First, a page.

I think that I'll be a better runner in my next marathon (and there will be a next one, and it might be Philly) because of the experience I had today.  I now have a better understanding of how it can hurt and suck, and I still think it's my favorite distance to race.

Splits for the hell of it:

Mile 1: 7:59
Mile 2: 7:35
Mile 3: 7:21
Mile 4: 7:22
Mile 5: 7:17
Mile 6-7: 14:14
Mile 8: 7:11
Mile 9: 6:57
Mile 10: 7:18
Mile 11: 6:57
Mile 12: 7:04
Mile 13: 7:15
Mile 14: 7:10
Mile 15: 7:12
Mile 16: 7:14
Mile 17: 7:12
Mile 18: 7:13
Mile 19: 7:18
Mile 20: 7:28
Mile 21: 8:10
Mile 22: 8:35
Mile 23-24: 17:34
Mile 25: 9:42
Mile 26: 9:22
last bit: 1:38

Other notes:
  • Weather was absolutely perfect.  Doesn't get better.  Started in high 30s, ended in mid 40s, overcast, little wind.
  • I stayed at the Embassy Suites, which worked well.  It was right outside the secure zone for the marathon start/finish, and had a TGI Fridays as the hotel restaurant.  The one trouble spot was that the elevators were slow and we were on the 14th floor - I was worried that the elevators would get VERY slow when everyone decided to come down for the race.  So I left my room early and headed to the gym on the second floor for some final stretching.  Gym was empty and had a bathroom - perfect for some pre-race relaxing.
  • Hit the security entrance at 6:30, which was perfect timing for getting me into my corral at 6:40.

Monday, November 17, 2014

Training log - Week ending 11/16/2014

This week was 50 miles of running and 3000 yards of swimming  -- training log is here.

Taper, week 2.  Just resting up and recharging.  And starting to feel really good, albeit with some "taper aches" that I attribute to paranoia.  Both Tuesday and Sunday's "workouts" felt awesome; Friday's was a bit harder, but I attribute that to being significantly underdressed for conditions that ended up being a lot colder than I expected.  
On Sunday, I did the last few miles of my "long run" at "goal marathon pace" - the hope was to hold 7:15 (3:10 pace) for two miles and then drop to 7:05 (~3:05 pace) for the last mile, just to lock in the feel.  I know that's slower than the pace I've held for my runs, but I really believe in setting conservative marathon goals at the start and then re-evaluating as one goes.  I run my best races with negative splits, so going out "too slow" isn't a concern.
As it turns out, I ended up running a bit fast than those paces anyway.  I'm not too worried, though - my heart rate for those miles was at the low end of my normal marathon pace HR, so the effort was conservative.  I've reinforced my knowledge that I need to run easy and restrained and "too slow" for those first miles, and to trust (as always, I'll race with my Garmin screen hidden) that the pace will be right.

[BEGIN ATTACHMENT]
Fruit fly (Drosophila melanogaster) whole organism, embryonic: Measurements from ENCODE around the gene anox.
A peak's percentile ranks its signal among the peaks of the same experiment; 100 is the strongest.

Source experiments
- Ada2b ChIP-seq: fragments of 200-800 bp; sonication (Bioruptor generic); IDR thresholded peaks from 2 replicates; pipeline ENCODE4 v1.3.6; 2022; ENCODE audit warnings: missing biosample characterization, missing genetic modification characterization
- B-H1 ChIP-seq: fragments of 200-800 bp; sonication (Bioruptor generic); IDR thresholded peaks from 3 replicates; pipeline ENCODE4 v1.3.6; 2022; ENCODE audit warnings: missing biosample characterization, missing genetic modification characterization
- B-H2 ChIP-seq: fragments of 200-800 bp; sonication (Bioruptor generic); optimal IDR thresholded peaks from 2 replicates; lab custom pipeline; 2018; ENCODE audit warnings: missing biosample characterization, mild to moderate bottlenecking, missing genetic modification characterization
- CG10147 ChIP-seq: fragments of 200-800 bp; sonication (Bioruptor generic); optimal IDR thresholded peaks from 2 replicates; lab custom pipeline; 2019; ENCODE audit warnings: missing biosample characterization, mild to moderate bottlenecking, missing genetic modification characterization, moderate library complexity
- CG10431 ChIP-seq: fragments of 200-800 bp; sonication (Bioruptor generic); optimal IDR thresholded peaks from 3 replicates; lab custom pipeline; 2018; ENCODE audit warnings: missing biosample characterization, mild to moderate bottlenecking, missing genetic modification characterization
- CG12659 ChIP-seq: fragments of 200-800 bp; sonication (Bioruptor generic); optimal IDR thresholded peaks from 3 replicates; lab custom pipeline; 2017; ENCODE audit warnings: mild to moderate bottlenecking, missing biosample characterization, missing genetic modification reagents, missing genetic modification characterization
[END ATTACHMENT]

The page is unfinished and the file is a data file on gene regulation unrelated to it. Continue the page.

From here until this coming Sunday it's just a matter of sleeping and eating well, and dodging injury and illness.  The training's done and the die is cast; all I have to do now is show up on Sunday and run.  Simple.  Easy. Awesome.
And it reads cheesy, but I really am proud of just getting to where I am today as opposed to where I was last year. (for fun I've pasted in my training log from this week last year.)  The past 12-18 months have been their own endurance test - blood (literally), sweat, tears, pull buoys, injections, MRIs, missed races, PT sessions, alternating dejection and hope.  Emotional bonking and then the slow climb up.  But now, with the help/support/love of teammates and friends, I see the finish line, which is also the start.
Completing a training cycle is its own achievement, and its own reward. But what's even better is that I get to race. 

Monday:   1500 yards easy swimming in the morning, foam rolling at night. 
Last year: In the morning, injury prevention/rehab work and 4000 yards swimming, 50/50 with and without pullbuoy.  Foam rolling at night.

Tuesday:  In the morning, 10 miles, including a track workout of 6x800 (3:01, 2:58, 2:57, 2:54, 2:52, 2:52) followed by injury prevention work and 750 yards easy swimming.  Foam rolling at night.
In the morning, injury prevention/rehab work and then 3000 yards of swimming, 1/3rd with pull buoy. 2/3rds without.   Foam rolling at night.
Wednesday:  In the morning, 8.5 miles very easy (8:22).  Massage at night.
In the morning, injury prevention/rehab work and then 4250 yards of swimming -  1/3rd with pull buoy. 2/3rds without.  Sports massage at night.

Thursday:   In the morning, 5.5 miles easy (8:11) followed by a few drills+strides and some upper body strengthwork and injury prevention work.  Foam rolling at night.
In the morning,  injury prevention/rehab work, upper body strengthwork and walking 2.5 miles.  Foam rolling at night.

Friday:  8 miles, including a 5K tempo in 20:11 (6:34/6:24/6:27/0:46), followed by 750 yards easy swimming.   Foam rolling in the afternoon.
In the morning, injury prevention/rehab work and 3750 yards of swimming, 25% with pull buoy.  Also some walking.  Foam rolling at night.

Saturday:   8 miles easy (8:18) followed by a few drills+strides; foam rolling in afternoon.
In the morning, injury prevention/rehab work and 4000 yards of swimming, with about 500yards pull buoy (rest without).  Foam rolling at night.

Sunday:  10 miles with the last 3 at marathon pace (two miles at 7:08 pace, last mile at 6:50 pace).  Foam rolling at night.